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Article: Is virtual endoscopy of the middle ear useful?

TitleIs virtual endoscopy of the middle ear useful?
Authors
Issue Date2011
PublisherMedquest Communications, LLC. The Journal's web site is located at http://www.entjournal.com
Citation
Ear, Nose & Throat Journal, 2011, v. 90 n. 6, p. 256-260 How to Cite?
AbstractVirtual endoscopy is a relatively new imaging technology in otology, and therefore data on its efficacy in clinical situations are limited. We conducted a prospective study to evaluate the clinical relevance of radiologic diagnoses based on virtual endoscopy of the middle ear. Our patient population was made up of 30 adults who were scheduled to undergo surgery to correct conductive hearing loss of unknown etiology. Virtual endoscopy was performed on three-dimensional images that were constructed from images obtained with conventional two-dimensional computed tomography (CT). Findings on virtual endoscopy were then compared with the subsequent surgical findings. Virtual endoscopy suggested a middle ear pathology in 19 patients and a normal middle ear in 11 patients. Postoperatively, we found that the virtual diagnoses correlated moderately well with the surgical findings in the group of patients with predicted pathology; 13 of these 19 patients were found to have middle ear problems such as ossicular chain anomalies, otosclerosis, and cholesteatoma (positive predictive value: 68%). However, among the 11 patients whose middle ear structures were radiologically predicted to be normal, only 2 had negative middle ear findings on surgical exploration; of the remaining 9 patients, 8 had otosclerosis and 1 had malleus fixation (negative predictive value: 18%). Thus, the sensitivity and specificity of virtual endoscopy were 59 and 25%, respectively. Virtual endoscopy provides images from a surgeon's perspective, and so it has the potential to be useful in the preoperative evaluation of the middle ear cavity. With ongoing advancements in computer systems and imaging techniques, the cost, reliability, and efficacy of virtual endoscopy may improve. However, further clinical validation and cost-benefit analysis are required before we can determine if it has any additional advantages over conventional two-dimensional CT.
Persistent Identifierhttp://hdl.handle.net/10722/139739
ISSN
2014 Impact Factor: 1.000
2013 SCImago Journal Rankings: 0.301
ISI Accession Number ID

 

DC FieldValueLanguage
dc.contributor.authorHo, ACWen_US
dc.contributor.authorLee, Ren_US
dc.contributor.authorCo, MTHen_US
dc.contributor.authorChow, CKen_US
dc.contributor.authorAu Yeung, KMen_US
dc.date.accessioned2011-09-23T05:55:01Z-
dc.date.available2011-09-23T05:55:01Z-
dc.date.issued2011en_US
dc.identifier.citationEar, Nose & Throat Journal, 2011, v. 90 n. 6, p. 256-260en_US
dc.identifier.issn0145-5613-
dc.identifier.urihttp://hdl.handle.net/10722/139739-
dc.description.abstractVirtual endoscopy is a relatively new imaging technology in otology, and therefore data on its efficacy in clinical situations are limited. We conducted a prospective study to evaluate the clinical relevance of radiologic diagnoses based on virtual endoscopy of the middle ear. Our patient population was made up of 30 adults who were scheduled to undergo surgery to correct conductive hearing loss of unknown etiology. Virtual endoscopy was performed on three-dimensional images that were constructed from images obtained with conventional two-dimensional computed tomography (CT). Findings on virtual endoscopy were then compared with the subsequent surgical findings. Virtual endoscopy suggested a middle ear pathology in 19 patients and a normal middle ear in 11 patients. Postoperatively, we found that the virtual diagnoses correlated moderately well with the surgical findings in the group of patients with predicted pathology; 13 of these 19 patients were found to have middle ear problems such as ossicular chain anomalies, otosclerosis, and cholesteatoma (positive predictive value: 68%). However, among the 11 patients whose middle ear structures were radiologically predicted to be normal, only 2 had negative middle ear findings on surgical exploration; of the remaining 9 patients, 8 had otosclerosis and 1 had malleus fixation (negative predictive value: 18%). Thus, the sensitivity and specificity of virtual endoscopy were 59 and 25%, respectively. Virtual endoscopy provides images from a surgeon's perspective, and so it has the potential to be useful in the preoperative evaluation of the middle ear cavity. With ongoing advancements in computer systems and imaging techniques, the cost, reliability, and efficacy of virtual endoscopy may improve. However, further clinical validation and cost-benefit analysis are required before we can determine if it has any additional advantages over conventional two-dimensional CT.-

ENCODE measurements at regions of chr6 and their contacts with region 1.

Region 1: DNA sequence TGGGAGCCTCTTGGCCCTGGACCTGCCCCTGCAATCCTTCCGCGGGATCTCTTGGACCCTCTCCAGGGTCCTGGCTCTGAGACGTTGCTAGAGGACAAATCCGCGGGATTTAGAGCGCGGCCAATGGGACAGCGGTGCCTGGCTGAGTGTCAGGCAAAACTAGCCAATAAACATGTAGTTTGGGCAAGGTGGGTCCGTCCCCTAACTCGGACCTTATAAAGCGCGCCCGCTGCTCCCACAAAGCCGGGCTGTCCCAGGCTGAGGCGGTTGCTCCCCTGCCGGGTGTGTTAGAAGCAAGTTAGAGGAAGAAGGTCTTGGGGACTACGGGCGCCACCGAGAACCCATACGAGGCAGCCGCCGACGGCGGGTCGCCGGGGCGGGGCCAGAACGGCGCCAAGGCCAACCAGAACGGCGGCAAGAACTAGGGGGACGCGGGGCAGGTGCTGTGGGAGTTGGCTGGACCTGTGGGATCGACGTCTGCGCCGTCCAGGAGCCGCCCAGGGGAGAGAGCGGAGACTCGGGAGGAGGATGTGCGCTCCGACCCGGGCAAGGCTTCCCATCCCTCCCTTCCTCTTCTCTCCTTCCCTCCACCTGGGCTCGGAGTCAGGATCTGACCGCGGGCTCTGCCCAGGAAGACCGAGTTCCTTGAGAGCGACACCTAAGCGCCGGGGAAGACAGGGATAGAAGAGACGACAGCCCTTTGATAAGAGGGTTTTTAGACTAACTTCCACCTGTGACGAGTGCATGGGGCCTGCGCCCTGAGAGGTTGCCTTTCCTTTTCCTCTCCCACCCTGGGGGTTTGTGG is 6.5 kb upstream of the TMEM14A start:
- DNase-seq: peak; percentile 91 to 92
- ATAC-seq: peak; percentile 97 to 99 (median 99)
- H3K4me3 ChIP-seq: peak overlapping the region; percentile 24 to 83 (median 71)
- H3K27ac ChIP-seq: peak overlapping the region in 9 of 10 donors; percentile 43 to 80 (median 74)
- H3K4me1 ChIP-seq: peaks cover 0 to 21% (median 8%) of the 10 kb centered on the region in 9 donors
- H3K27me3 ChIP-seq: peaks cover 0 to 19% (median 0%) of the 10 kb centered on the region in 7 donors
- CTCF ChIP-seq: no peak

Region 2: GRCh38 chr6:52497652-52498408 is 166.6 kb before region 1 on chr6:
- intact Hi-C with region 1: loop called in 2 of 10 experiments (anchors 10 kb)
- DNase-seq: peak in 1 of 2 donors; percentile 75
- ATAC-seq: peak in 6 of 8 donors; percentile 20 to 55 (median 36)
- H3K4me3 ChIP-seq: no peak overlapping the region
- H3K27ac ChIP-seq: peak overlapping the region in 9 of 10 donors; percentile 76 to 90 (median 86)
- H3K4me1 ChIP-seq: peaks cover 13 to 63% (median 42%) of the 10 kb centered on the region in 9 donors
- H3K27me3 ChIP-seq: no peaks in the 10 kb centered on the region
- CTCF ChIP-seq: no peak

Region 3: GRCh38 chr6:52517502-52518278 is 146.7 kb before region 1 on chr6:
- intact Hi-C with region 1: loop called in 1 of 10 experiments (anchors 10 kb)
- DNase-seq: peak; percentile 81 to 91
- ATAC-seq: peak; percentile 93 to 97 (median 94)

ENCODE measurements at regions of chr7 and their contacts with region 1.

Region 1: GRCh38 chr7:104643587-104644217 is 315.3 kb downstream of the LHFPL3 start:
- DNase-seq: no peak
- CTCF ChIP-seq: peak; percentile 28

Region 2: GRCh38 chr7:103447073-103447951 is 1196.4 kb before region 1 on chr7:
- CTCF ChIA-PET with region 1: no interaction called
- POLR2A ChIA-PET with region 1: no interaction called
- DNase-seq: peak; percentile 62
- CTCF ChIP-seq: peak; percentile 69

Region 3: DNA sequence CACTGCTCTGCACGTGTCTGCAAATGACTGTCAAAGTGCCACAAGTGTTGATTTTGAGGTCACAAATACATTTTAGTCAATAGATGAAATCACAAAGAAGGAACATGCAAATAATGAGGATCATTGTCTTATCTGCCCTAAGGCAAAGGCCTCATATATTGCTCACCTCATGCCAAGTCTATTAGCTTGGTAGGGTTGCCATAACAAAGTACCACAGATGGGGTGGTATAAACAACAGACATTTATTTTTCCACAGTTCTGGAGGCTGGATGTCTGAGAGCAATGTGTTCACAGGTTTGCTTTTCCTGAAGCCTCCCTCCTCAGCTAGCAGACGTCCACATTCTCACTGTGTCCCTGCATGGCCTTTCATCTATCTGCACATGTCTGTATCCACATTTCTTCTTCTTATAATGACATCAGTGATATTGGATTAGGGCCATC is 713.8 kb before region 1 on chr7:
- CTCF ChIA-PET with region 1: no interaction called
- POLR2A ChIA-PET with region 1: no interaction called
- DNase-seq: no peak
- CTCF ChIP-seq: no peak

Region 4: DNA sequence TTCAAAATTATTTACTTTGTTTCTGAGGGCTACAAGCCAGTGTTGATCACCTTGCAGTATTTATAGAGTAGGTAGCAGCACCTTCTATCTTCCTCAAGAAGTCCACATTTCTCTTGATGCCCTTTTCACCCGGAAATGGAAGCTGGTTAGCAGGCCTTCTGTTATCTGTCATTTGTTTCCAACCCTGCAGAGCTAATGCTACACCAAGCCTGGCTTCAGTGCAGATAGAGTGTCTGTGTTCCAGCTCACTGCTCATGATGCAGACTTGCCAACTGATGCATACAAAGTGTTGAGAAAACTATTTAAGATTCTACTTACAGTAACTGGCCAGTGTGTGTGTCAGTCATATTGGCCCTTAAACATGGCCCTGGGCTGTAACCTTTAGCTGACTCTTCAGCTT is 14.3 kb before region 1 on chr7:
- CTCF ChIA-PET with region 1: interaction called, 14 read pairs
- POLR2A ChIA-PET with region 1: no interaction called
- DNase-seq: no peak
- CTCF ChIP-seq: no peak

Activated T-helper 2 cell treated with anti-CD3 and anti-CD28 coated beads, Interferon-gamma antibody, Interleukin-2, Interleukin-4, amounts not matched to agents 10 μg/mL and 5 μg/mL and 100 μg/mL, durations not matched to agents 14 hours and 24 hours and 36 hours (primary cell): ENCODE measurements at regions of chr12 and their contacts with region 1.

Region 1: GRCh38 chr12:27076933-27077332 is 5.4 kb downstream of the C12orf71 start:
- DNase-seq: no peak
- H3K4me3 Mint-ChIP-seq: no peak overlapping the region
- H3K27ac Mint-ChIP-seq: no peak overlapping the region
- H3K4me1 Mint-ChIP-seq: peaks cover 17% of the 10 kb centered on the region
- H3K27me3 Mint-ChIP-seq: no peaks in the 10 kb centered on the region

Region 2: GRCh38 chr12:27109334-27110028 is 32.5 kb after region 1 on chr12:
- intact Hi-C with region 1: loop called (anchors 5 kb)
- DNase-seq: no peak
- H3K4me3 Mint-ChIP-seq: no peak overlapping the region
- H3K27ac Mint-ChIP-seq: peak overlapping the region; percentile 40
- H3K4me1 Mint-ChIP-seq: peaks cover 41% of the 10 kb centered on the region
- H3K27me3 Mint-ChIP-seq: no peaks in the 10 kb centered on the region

dc.languageengen_US
dc.publisherMedquest Communications, LLC. The Journal's web site is located at http://www.entjournal.com-
dc.relation.ispartofEar, Nose & Throat Journalen_US
dc.subject.meshDiagnosis, Computer-Assisted - methods-
dc.subject.meshEar, Middle - pathology - surgery-
dc.subject.meshEndoscopy - instrumentation-
dc.subject.meshHearing Loss, Conductive - diagnosis - pathology - surgery-
dc.subject.meshUser-Computer Interface-
dc.titleIs virtual endoscopy of the middle ear useful?en_US
dc.typeArticleen_US
dc.identifier.emailHo, ACW: aho1@hku.hken_US
dc.identifier.pmid21674468-
dc.identifier.hkuros192361en_US
dc.identifier.volume90en_US
dc.identifier.issue6en_US
dc.identifier.spage256en_US
dc.identifier.epage260en_US
dc.identifier.isiWOS:000305720900007-
dc.publisher.placeUnited States-

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